James Crown's Blog

Selection Process


A selection process will typically involve the following:
-Application form; admission of CV
-Telephone screening interview
-Face to face interview
-Second interview or Assessment Centre
-Psychometric Assessment
-Final interview
-Reference checking
[b] Admission of CV[/b]
Your CV is the initial impression an employer sees of you! It has to be a key marketing tool; presented in focused, precise and detailed fashion. Ensure that your CV is current with honest, accurate information; detailed with key achievements and transferable skills and abilities.
[b]Telephone Screening Interview[/b]
Upon receiving applications, the employer will then shortlist the key applicants whose skills, experience and abilities best match the position (all based on information from your [url=https://www.cvmaker.uk/]CV[/url]. The telephone screening process will typically go through questions like; “what interested you in this position?”, “why are you currently seeking a new position?”, and “what are your career goals over the next two years?” You will most often be asked to describe your current role in more detail.
If you make the next shortlist; a face to face interview is then arranged. Be prepared and make the most of the opportunity by studying your CV, your key achievements as well as the position description. Be prepared also with a list of questions and most importantly, be confident! This is the time to sell yourself, your abilities and how you can add value to the role!
[b]Psycho Metric Testing[/b]
Psycho metric testing is designed to assess a candidate's abilities, motivations, values, personality and interests. There are many types of assessments that the employer can choose in order to make an overall profile of you and how you would fit into the particular role and workplace. Psychometric tests typically fall into two categories; aptitude test and personality inventories.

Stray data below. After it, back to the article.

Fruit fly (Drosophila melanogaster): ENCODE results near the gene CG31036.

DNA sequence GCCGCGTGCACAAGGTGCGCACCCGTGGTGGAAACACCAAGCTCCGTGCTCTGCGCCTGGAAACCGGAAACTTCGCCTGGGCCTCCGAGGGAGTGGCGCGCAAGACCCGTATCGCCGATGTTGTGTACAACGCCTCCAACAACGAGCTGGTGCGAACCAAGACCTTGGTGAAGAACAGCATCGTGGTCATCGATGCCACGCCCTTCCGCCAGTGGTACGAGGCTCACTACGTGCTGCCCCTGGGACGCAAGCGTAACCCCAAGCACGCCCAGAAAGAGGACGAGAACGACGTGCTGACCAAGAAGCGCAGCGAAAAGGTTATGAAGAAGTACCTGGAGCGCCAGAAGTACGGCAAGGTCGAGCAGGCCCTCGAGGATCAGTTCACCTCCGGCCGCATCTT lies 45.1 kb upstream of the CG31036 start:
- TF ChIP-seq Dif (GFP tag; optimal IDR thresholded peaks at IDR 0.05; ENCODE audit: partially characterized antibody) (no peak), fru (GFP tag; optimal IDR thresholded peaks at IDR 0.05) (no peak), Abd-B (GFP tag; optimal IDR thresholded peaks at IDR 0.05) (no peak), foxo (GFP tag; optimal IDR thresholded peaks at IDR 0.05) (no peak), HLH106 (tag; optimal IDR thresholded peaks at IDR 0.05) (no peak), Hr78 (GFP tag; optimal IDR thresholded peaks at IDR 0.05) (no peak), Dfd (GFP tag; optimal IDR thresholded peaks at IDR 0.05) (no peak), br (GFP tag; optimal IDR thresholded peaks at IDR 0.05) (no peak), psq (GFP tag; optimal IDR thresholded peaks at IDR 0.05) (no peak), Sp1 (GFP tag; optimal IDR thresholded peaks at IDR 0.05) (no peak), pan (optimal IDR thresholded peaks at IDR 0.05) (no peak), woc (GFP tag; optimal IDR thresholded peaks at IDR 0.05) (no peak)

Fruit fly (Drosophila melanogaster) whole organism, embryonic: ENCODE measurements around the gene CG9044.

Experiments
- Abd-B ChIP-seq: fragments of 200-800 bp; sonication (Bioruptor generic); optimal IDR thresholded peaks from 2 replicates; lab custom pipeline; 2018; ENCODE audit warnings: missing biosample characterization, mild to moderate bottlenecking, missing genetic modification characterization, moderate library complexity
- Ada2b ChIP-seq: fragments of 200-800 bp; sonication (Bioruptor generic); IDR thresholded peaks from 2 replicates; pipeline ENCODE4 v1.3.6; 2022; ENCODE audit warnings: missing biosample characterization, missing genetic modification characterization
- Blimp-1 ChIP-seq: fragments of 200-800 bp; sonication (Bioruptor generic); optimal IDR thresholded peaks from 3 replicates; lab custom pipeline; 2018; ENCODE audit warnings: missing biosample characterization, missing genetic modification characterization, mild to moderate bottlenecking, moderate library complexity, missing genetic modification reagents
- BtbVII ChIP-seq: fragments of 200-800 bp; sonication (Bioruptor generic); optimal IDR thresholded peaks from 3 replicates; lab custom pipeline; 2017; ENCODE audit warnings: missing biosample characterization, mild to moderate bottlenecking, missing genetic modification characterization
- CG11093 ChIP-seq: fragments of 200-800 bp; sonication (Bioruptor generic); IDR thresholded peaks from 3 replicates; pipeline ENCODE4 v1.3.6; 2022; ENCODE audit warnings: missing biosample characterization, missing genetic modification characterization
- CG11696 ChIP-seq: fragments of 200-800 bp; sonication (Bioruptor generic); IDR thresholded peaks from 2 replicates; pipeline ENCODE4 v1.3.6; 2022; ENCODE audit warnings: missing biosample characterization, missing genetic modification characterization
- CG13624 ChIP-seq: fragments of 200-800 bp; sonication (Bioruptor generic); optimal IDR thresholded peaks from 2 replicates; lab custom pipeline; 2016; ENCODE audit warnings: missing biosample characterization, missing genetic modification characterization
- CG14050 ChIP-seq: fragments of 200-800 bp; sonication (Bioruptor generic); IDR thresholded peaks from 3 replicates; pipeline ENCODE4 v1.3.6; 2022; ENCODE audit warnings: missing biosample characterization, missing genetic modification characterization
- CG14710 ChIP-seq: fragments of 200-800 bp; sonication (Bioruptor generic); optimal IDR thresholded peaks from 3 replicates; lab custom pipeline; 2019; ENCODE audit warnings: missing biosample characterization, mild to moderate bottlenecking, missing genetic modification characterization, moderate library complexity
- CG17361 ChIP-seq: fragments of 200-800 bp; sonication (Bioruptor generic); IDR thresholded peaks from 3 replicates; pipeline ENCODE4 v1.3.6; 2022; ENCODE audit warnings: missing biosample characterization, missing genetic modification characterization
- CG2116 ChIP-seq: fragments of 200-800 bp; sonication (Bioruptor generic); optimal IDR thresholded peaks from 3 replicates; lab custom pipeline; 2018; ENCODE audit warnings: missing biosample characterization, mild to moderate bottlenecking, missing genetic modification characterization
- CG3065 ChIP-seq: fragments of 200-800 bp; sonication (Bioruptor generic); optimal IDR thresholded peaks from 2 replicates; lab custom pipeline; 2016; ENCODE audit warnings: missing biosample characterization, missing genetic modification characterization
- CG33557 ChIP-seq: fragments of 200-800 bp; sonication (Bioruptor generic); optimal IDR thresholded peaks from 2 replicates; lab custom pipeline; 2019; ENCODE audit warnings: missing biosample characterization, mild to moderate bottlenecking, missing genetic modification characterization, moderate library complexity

-Aptitude tests measure mental reasoning ability; your verbal, numerical comprehension and spatial and abstract reasoning skills. These particular tests are most commonly timed under a period of time or under pressure, so work quickly but with accuracy.
-Personality inventories on the other hand reveal your motivations and interests. These are commonly used to assess what culture you would fit well into. Within these tests, there are no right or wrong answers. Just choose the answer which comes to you first as you read the question.
[b]Final Interview[/b]
The final interview is an opportunity for you to really see if this is the role for you. Consider the position once again and whether the position fits into your career succession plan. Ask to meet two other people within the team; this is an opportune way to discover more about the culture of the company and team morale.
[b]Reference Checking[/b]
Reference checking is a vital part of the recruitment process. Ideally, the interviewer would require to speak to two or three direct managers (ideally from your most recent roles). Make sure you have spoken with your referees first and asked them to be a referee for you before passing out their contact details.
[b]Job offer[/b]
After the completion of satisfactory references; a job offer maybe presented. Many people back away from the negotiation process. Don’t be afraid to negotiate! Typically, many employers present an offer ‘just under’ market value to leave room for negotiation. If there is limited or no room for negotiation on the employers behalf; ask for a 6 or 12-month pay review and ensure this is written in to the contract. In terms of benefits; ask what benefits are offered and what reward structure/bonus is in place.

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